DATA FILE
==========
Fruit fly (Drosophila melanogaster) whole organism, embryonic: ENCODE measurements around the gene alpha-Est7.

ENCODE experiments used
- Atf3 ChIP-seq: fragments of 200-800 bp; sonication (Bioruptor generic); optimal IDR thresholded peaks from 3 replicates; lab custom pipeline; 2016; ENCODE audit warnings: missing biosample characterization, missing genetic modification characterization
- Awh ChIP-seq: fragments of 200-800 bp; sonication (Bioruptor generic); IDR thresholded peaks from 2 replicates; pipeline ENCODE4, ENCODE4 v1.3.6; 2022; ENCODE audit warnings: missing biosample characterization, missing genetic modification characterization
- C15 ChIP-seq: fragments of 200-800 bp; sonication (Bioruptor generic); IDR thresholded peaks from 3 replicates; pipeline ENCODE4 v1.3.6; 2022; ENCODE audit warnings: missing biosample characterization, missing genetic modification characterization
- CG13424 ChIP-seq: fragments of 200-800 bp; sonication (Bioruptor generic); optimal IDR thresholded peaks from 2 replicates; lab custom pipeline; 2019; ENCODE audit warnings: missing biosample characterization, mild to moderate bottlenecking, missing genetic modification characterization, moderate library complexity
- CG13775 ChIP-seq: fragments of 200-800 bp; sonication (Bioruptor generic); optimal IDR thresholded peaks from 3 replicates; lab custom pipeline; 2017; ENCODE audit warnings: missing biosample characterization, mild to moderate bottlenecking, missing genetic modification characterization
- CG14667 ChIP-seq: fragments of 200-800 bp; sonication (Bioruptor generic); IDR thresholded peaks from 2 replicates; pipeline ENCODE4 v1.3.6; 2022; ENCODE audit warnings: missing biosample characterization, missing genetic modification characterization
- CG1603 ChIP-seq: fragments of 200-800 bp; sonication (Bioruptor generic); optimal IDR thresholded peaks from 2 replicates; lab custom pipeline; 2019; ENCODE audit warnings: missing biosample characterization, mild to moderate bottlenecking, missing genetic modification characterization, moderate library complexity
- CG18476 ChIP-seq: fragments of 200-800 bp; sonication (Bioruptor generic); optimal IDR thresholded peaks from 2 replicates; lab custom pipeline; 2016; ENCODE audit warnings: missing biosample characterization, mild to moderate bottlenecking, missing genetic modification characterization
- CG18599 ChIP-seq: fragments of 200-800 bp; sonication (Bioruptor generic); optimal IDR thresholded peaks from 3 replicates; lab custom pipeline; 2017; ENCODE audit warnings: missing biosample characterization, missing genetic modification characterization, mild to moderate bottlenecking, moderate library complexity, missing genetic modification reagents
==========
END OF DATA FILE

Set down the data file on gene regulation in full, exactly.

Fruit fly (Drosophila melanogaster) whole organism, embryonic: ENCODE measurements around the gene alpha-Est7.

ENCODE experiments used
- Atf3 ChIP-seq: fragments of 200-800 bp; sonication (Bioruptor generic); optimal IDR thresholded peaks from 3 replicates; lab custom pipeline; 2016; ENCODE audit warnings: missing biosample characterization, missing genetic modification characterization
- Awh ChIP-seq: fragments of 200-800 bp; sonication (Bioruptor generic); IDR thresholded peaks from 2 replicates; pipeline ENCODE4, ENCODE4 v1.3.6; 2022; ENCODE audit warnings: missing biosample characterization, missing genetic modification characterization
- C15 ChIP-seq: fragments of 200-800 bp; sonication (Bioruptor generic); IDR thresholded peaks from 3 replicates; pipeline ENCODE4 v1.3.6; 2022; ENCODE audit warnings: missing biosample characterization, missing genetic modification characterization
- CG13424 ChIP-seq: fragments of 200-800 bp; sonication (Bioruptor generic); optimal IDR thresholded peaks from 2 replicates; lab custom pipeline; 2019; ENCODE audit warnings: missing biosample characterization, mild to moderate bottlenecking, missing genetic modification characterization, moderate library complexity
- CG13775 ChIP-seq: fragments of 200-800 bp; sonication (Bioruptor generic); optimal IDR thresholded peaks from 3 replicates; lab custom pipeline; 2017; ENCODE audit warnings: missing biosample characterization, mild to moderate bottlenecking, missing genetic modification characterization
- CG14667 ChIP-seq: fragments of 200-800 bp; sonication (Bioruptor generic); IDR thresholded peaks from 2 replicates; pipeline ENCODE4 v1.3.6; 2022; ENCODE audit warnings: missing biosample characterization, missing genetic modification characterization
- CG1603 ChIP-seq: fragments of 200-800 bp; sonication (Bioruptor generic); optimal IDR thresholded peaks from 2 replicates; lab custom pipeline; 2019; ENCODE audit warnings: missing biosample characterization, mild to moderate bottlenecking, missing genetic modification characterization, moderate library complexity
- CG18476 ChIP-seq: fragments of 200-800 bp; sonication (Bioruptor generic); optimal IDR thresholded peaks from 2 replicates; lab custom pipeline; 2016; ENCODE audit warnings: missing biosample characterization, mild to moderate bottlenecking, missing genetic modification characterization
- CG18599 ChIP-seq: fragments of 200-800 bp; sonication (Bioruptor generic); optimal IDR thresholded peaks from 3 replicates; lab custom pipeline; 2017; ENCODE audit warnings: missing biosample characterization, missing genetic modification characterization, mild to moderate bottlenecking, moderate library complexity, missing genetic modification reagents